The platforming is excellent, but combat is more on the basic end. Your primary weapon is an umbrella for whacking enemies, as well as a dive bomb attack. I found it difficult to accurately land hits before getting hurt myself, at least for the smaller enemies. The large bosses, on the other hand, were amazing feats of skill. Each boss utilizes patterns while hiding vulnerabilities. It’s a decidedly old-school formula, and one that brought me back to the heyday of tough end-of-level boss encounters that required the utmost patience. I won’t spoil the details, but each boss fight was better than the one before it, and helped the otherwise underused combat shine.
And of course, what would a good collectathon be without collectibles? Aside from the important Time Pieces, you can also collect yarn balls to knit together new ability-granting hats. And you can use orbs, the in-game currency, to purchase badges to enhance those abilities. This simple power-up system made way for interesting puzzles and platforming challenges, though the fact that certain hats were required to beat the game put a halt to the otherwise stellar pacing.
With five chapters consisting of up to seven acts each, the game only takes about seven hours to beat. But I was compelled to keep going past the credits and collect every single thing I could find, easily increasing my playtime by several hours. The most fascinating hidden missions involved finding a Time Rift hidden within a level. Encountering it led to a hardcore platforming bonus stage reminiscent of the water-pack-less levels in Super Mario Sunshine. Needless to say, these extra areas were some of the best parts in a wonderfully designed world.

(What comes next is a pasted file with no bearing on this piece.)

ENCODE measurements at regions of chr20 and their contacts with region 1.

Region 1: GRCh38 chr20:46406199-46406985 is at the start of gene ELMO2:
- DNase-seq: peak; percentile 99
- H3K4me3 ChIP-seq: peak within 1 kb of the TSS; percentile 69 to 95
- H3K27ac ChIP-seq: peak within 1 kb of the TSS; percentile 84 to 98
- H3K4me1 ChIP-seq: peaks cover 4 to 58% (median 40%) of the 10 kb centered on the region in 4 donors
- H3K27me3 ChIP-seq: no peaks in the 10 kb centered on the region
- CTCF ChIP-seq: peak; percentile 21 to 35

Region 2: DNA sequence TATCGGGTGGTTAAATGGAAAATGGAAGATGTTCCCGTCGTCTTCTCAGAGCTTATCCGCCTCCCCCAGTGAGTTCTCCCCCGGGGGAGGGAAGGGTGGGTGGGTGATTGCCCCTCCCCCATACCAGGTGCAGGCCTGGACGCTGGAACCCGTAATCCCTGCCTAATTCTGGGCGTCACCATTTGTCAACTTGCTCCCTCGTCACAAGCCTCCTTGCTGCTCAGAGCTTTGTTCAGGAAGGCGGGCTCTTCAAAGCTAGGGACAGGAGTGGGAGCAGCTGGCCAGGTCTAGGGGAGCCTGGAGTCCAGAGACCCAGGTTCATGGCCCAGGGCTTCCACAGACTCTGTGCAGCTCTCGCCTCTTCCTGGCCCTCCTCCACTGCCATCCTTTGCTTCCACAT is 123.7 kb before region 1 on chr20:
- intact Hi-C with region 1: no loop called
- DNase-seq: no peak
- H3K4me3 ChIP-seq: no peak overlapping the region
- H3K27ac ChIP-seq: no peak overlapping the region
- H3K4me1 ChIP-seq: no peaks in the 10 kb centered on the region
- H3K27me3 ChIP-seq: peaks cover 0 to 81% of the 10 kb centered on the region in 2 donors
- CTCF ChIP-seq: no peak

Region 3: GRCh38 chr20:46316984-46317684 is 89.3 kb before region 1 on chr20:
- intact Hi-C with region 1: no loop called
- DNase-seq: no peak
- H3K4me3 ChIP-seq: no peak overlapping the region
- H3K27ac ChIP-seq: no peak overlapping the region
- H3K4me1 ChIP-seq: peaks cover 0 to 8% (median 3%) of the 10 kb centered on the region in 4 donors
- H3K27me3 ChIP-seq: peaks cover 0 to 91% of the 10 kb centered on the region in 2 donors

Though, the actual visuals are a bit underpowered. This totally works for the N64 nostalgia, but the textures were overly jagged, basic, and blurry. But as far as the aesthetic design is concerned, the world is vibrant and colorful. Every area is excellently themed, and I love the effort that went into creating a whimsical atmosphere. The music is equally compelling, as if it was lifted out of Banjo-Kazooie or Super Mario Galaxy. Every song fits so well, from the magical catchy main theme to the more melancholy and downright scary tunes in the haunted planet.
A Hat in Time is that rare Kickstarted game that had a lofty goal and succeeded. Not only does the game live up to the 64-bit collectathon nostalgia that so many of us have been craving, but it also revamps the standard formula. Every level feels completely different from the last, and a diverse mission structure keeps the adventure from growing stale. It’s a wholly charming experience that made me smile silly. Hat Kid controls like a dream and is also a ridiculously cute mascot whom I’d like to see more of, along with more adorable hats. Anyone who has fond memories of the 3D platforming genre would do well to check out A Hat in Time.
A review copy was used for this article. This review was originally written in October 2017 for DarkStation.